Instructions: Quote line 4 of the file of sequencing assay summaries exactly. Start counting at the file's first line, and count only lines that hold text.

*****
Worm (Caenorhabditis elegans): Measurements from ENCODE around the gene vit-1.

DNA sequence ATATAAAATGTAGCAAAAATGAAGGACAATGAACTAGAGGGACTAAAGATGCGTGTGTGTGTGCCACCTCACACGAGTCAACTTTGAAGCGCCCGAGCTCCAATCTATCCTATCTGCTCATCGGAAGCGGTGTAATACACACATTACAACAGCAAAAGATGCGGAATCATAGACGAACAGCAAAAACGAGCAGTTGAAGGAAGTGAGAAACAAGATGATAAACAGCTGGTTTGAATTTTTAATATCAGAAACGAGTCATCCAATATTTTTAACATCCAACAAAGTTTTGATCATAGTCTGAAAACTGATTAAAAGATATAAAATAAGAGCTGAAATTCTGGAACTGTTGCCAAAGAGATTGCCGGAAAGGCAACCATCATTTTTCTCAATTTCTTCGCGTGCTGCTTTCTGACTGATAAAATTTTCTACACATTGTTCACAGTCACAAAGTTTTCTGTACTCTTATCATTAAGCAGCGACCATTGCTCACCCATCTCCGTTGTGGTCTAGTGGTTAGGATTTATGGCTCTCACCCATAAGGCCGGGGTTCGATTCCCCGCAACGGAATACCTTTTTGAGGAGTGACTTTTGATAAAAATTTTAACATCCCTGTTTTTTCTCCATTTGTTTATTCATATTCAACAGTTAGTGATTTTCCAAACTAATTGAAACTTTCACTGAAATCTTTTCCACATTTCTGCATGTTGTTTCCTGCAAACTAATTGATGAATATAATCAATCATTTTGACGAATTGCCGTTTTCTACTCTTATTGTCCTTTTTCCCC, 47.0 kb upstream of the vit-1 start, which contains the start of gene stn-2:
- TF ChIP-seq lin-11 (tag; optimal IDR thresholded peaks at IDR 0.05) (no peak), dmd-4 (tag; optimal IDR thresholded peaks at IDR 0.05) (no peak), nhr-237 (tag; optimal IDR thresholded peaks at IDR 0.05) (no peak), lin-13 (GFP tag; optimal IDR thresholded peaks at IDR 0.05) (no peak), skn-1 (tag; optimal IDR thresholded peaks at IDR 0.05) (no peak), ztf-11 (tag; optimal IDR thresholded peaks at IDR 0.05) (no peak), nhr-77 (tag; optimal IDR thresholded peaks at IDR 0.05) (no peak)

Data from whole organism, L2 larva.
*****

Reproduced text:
Data from whole organism, L2 larva.